Thursday, 6 December 2012

Chancellor's Autumn Statement: Highlights

London: 5th December 2012 George Osborne’s autumn statement has recognised the construction and building industry as key to the economic growth of the country. The response from the industry has been largely positive.

The major sector that has benefited is infrastructure with a £5bn investment.

However, many have been disappointed that an opportunity has been missed to help the government’s own Green Deal energy-efficiency initiative by not introducing further incentives, such as, a lower rate of VAT on housing repair, maintenance and improvement work. This would have encouraged homeowners to take advantage of the Deal rather than largely ignoring it.

Another missed opportunity related to housing is the lack of additional funding for affordable housing or even a commitment to improve the ease of getting a mortgage to encourage an increase in the number private new homes being built.

On the plus side, manufacturing companies who are able fly the flag abroad with innovation and leadership have been given additional support - especially those looking to move into emerging countries and seeking foreign investment.

Another less obvious area that will benefit the building products sector is the canceling of the proposed fuel tax increase. This will help keep the running costs of sales professionals across the country down as well as the costs incurred in the transportation of goods from manufacturers to merchants and merchants to building sites.

We were also pleased to hear Mr. Osbourne's comments on job creation and employment in the country as compared to the rest of Europe.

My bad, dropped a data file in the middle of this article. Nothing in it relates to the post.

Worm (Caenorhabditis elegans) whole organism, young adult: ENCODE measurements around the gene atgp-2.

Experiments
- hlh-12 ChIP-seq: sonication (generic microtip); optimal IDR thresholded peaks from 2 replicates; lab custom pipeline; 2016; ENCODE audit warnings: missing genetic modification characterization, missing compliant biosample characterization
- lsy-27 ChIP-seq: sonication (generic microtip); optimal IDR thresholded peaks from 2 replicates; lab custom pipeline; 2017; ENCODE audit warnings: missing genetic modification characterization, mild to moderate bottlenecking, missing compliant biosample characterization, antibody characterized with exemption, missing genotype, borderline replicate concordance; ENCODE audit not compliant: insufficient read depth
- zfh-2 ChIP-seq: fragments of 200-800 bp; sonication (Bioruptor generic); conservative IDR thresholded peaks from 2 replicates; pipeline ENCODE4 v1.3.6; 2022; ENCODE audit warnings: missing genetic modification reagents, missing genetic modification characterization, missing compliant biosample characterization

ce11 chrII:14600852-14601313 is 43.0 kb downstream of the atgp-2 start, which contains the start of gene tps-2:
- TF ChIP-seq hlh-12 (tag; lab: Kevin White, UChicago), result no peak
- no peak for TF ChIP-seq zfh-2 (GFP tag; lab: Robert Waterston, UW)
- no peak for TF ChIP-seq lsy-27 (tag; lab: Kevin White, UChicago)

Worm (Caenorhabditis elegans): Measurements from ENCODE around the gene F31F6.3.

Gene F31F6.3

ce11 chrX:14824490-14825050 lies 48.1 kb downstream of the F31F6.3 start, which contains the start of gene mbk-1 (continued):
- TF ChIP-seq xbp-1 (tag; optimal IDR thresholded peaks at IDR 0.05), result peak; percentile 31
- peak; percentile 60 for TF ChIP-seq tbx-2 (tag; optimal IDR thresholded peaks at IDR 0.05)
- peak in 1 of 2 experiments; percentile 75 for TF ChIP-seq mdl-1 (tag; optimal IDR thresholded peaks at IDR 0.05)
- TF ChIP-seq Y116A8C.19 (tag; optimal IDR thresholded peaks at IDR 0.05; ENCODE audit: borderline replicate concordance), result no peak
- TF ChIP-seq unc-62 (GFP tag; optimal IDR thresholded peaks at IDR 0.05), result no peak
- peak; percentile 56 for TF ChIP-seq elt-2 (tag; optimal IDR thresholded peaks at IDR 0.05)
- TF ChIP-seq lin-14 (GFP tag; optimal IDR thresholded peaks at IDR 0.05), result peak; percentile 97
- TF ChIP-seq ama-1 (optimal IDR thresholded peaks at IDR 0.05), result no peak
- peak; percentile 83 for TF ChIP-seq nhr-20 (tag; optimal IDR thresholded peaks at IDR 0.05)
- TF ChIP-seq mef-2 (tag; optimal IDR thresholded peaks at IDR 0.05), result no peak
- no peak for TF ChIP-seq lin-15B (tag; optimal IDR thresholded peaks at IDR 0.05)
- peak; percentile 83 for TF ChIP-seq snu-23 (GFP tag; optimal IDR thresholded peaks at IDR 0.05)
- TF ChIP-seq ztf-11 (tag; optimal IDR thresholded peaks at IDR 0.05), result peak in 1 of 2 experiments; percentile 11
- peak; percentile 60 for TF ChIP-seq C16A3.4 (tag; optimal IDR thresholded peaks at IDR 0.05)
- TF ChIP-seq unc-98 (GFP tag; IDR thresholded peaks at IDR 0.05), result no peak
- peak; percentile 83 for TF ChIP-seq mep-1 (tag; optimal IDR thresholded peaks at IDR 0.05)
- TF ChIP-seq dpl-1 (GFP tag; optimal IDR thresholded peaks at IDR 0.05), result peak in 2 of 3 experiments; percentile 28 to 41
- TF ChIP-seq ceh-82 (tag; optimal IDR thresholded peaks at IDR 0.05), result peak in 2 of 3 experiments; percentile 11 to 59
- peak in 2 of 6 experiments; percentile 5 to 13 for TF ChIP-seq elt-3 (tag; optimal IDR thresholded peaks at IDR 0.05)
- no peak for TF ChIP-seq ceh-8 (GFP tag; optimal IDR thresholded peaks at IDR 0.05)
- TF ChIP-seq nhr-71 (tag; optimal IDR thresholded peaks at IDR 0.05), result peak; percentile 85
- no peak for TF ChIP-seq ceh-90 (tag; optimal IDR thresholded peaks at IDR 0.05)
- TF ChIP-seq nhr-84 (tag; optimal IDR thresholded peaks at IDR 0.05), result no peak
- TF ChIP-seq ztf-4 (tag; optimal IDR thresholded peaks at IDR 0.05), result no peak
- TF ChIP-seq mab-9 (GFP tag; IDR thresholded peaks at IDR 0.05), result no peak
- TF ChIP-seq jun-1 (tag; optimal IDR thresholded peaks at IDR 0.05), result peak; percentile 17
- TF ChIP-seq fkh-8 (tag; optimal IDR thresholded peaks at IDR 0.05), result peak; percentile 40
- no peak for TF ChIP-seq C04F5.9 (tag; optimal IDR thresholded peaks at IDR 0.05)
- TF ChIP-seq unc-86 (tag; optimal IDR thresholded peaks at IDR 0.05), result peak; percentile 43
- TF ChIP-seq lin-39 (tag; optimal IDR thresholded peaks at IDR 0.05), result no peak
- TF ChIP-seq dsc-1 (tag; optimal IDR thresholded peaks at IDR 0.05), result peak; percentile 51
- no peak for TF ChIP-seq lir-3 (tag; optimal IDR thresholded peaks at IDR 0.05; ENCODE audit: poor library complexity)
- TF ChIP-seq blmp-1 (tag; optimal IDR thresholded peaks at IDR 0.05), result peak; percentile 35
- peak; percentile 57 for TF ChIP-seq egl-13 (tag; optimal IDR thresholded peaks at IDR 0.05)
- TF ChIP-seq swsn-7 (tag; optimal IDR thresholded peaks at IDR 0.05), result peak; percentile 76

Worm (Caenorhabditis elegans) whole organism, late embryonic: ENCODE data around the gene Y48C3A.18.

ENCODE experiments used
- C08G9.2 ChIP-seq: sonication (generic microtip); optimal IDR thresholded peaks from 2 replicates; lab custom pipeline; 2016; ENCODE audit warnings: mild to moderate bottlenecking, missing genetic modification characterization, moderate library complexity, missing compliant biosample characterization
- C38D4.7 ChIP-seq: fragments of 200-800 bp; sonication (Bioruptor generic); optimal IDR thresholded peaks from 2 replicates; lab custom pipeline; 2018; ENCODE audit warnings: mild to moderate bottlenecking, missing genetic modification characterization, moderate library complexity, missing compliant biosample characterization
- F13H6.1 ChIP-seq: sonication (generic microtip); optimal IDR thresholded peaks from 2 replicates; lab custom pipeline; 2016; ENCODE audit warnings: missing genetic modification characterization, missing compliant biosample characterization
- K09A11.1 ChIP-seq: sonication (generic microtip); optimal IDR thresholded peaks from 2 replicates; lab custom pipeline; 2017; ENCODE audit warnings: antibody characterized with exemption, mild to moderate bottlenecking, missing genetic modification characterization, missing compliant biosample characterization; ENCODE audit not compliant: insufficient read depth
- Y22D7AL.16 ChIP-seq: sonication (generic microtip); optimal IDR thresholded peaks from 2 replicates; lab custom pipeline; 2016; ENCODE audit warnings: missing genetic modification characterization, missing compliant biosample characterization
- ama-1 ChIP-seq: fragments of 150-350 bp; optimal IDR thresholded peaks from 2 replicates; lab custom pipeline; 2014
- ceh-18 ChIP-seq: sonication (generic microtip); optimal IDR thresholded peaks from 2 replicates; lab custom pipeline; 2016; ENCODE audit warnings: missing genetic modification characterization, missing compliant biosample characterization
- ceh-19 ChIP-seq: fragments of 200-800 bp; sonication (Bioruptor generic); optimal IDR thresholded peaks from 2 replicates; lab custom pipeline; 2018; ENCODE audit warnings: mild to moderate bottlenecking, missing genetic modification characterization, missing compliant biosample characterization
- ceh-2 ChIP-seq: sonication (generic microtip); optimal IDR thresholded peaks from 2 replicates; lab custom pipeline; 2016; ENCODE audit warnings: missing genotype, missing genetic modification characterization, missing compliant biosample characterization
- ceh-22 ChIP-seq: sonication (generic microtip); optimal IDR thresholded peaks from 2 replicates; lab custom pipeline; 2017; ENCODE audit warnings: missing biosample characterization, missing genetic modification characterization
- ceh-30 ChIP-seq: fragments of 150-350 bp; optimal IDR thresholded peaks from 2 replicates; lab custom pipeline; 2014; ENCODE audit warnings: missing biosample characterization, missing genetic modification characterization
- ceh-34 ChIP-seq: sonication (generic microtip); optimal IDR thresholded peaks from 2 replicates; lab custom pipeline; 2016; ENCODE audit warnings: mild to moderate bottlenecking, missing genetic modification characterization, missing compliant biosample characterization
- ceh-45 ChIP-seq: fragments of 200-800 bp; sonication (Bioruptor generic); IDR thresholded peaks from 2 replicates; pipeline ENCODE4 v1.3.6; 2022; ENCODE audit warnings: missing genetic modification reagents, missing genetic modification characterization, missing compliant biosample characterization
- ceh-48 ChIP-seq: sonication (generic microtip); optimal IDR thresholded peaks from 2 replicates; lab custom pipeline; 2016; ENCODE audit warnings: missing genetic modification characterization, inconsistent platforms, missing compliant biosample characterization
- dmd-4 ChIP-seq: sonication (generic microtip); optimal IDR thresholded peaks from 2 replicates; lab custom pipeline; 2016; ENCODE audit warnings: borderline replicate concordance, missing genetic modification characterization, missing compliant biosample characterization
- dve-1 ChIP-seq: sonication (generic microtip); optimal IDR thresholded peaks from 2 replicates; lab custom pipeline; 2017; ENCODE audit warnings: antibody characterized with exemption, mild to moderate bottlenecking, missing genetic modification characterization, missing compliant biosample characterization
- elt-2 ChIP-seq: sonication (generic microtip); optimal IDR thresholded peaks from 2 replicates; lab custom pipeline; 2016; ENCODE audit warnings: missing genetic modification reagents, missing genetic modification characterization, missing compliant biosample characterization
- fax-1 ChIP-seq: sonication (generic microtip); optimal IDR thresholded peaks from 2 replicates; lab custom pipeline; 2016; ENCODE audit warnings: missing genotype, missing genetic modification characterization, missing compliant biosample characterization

Please find below a transcript of some key points from the statement:

"We made a promise as a country that we would spend 0.7% of our gross national income on international development – and I am proud to be part of the first British Government in history which will honour that commitment, and honour it as promised next year. We will not, however, spend more than 0.7% - so as we did last year, we will adjust the DfiD budget to reflect the latest economic forecasts.

"In the medium term these savings across Whitehall will help departments maintain the right trajectory for the years that follow the spending review – and help us to pay off the deficit in future. In the short term, I’m switching these current savings into capital – all the money saved in the first two years will be re-invested as part of a £5 billion capital investment in the infrastructure of our country. It is exactly what a government equipping Britain to compete in the modern global economy should be doing.

"We’re committing an extra billion pounds to roads, including four major new schemes to":

  • Upgrade key sections of the A1, bringing the route from London to Newcastle up to motorway standard.
  • Link the A5 with the M1.
  • Dual the A30 in Cornwall.
  • Upgrade the M25, which will support the biggest port developments in Europe, and I pay tribute to my HF for Thurrock for campaigning to achieve this.

"We’ve already set out plans this autumn for a huge investment in rail, and my RHF the Transport Secretary will set out in the new year plans to take High Speed 2 to the North West and West Yorkshire.

"I today confirm a billion pound loan and a guarantee to extend the Northern Line to BatterseaPower Station and support a new development on a similar scale to the Olympic Park.

"We’re confirming funding and reforms to assist construction of up to one hundred and twenty thousand new homes and delivering on flood defence schemes in more cities.

"In addition to the third of a billion pounds announced this autumn for British science, we are today announcing £600 million more for the UK’s scientific research infrastructure.

"And since improving our education system is the best investment in a competitive economy, I am today committing £270 million to fund improvements in further education colleges and one billion pounds to expand good schools and build 100 new free schools and academies.